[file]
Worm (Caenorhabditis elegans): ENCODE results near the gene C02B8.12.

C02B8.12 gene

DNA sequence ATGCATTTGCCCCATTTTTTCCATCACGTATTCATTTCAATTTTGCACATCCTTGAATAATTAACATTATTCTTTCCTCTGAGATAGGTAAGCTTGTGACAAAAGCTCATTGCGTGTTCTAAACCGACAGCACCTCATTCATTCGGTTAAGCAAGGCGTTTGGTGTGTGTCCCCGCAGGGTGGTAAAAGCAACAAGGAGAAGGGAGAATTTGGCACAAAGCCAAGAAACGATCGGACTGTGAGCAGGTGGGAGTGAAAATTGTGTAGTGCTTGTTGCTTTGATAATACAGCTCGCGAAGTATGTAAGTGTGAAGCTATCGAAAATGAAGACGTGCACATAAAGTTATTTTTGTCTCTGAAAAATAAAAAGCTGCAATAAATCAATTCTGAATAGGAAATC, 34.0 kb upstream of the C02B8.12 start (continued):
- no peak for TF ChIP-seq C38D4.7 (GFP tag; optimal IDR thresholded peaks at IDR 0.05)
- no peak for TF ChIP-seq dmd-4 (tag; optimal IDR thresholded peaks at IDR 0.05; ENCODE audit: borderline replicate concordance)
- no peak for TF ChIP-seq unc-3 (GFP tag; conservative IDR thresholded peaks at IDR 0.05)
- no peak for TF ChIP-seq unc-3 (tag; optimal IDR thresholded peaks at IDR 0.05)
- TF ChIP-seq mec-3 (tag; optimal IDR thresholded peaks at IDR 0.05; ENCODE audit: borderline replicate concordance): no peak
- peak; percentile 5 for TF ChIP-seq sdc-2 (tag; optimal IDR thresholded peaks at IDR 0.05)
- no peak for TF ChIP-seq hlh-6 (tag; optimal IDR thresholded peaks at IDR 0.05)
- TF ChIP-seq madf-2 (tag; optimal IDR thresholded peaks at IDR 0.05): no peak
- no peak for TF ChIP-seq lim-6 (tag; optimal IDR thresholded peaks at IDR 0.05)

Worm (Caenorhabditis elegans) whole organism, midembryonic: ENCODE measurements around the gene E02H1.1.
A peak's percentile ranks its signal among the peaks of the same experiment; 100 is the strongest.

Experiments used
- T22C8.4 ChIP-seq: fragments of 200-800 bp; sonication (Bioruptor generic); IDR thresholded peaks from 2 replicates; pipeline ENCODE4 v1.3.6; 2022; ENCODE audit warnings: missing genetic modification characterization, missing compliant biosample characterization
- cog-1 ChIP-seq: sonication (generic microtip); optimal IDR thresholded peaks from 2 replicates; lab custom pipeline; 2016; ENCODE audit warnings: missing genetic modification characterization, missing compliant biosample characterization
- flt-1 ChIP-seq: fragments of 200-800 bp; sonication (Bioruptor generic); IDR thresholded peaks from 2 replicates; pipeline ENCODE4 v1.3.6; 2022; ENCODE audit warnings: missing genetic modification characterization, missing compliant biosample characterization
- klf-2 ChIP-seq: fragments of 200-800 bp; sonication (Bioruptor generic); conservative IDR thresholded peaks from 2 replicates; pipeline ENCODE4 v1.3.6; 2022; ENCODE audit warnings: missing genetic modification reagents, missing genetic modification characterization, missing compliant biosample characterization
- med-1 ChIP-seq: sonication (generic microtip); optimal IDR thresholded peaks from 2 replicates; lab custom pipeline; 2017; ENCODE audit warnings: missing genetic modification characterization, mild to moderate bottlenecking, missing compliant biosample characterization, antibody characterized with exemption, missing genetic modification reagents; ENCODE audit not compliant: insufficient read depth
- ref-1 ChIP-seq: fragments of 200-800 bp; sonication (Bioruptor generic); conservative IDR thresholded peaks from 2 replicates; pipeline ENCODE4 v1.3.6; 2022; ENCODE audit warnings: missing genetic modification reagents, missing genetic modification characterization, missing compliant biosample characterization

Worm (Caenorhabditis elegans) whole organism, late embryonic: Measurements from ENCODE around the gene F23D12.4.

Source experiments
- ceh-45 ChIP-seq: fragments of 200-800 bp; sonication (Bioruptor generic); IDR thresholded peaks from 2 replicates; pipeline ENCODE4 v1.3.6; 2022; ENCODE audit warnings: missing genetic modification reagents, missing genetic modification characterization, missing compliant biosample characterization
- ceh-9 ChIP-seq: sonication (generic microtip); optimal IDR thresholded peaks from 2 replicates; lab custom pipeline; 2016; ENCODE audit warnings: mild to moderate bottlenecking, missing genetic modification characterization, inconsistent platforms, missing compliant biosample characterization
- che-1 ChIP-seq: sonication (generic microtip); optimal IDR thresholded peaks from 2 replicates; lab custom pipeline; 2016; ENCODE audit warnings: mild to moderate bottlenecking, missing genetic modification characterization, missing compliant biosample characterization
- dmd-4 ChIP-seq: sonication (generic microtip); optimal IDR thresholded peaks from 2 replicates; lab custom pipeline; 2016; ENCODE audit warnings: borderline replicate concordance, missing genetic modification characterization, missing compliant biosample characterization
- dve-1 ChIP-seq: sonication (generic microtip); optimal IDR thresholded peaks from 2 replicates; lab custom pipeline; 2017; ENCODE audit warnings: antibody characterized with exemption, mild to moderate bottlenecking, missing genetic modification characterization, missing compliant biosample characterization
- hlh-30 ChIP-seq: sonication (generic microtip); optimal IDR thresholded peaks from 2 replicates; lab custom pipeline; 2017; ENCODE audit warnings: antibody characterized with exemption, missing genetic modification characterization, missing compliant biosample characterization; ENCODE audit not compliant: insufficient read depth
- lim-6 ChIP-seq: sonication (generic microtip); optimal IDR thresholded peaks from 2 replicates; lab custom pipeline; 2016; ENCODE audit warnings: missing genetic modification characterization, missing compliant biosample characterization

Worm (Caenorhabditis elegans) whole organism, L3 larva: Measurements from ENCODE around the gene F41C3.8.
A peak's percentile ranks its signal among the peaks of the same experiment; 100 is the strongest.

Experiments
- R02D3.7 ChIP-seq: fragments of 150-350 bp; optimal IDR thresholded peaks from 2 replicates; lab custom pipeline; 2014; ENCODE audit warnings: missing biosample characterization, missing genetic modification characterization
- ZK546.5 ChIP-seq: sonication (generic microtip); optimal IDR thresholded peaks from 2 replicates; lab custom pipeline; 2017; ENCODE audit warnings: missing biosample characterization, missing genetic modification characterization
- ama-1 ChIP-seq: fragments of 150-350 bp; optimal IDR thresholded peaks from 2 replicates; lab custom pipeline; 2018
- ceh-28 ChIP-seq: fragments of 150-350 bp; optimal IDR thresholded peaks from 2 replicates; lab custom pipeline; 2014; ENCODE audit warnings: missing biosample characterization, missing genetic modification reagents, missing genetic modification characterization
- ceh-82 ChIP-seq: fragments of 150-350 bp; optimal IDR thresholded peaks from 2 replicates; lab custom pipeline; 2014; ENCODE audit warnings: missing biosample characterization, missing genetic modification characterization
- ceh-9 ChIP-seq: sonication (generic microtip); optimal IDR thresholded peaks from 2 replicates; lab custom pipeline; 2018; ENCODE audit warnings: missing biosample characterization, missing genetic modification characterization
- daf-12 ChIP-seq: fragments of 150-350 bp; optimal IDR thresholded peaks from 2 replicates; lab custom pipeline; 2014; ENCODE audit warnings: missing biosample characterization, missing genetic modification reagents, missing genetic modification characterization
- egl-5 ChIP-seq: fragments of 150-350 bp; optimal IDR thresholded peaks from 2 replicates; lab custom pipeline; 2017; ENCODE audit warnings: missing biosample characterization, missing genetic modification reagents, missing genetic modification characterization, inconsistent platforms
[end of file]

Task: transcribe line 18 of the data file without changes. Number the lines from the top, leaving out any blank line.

- flt-1 ChIP-seq: fragments of 200-800 bp; sonication (Bioruptor generic); IDR thresholded peaks from 2 replicates; pipeline ENCODE4 v1.3.6; 2022; ENCODE audit warnings: missing genetic modification characterization, missing compliant biosample characterization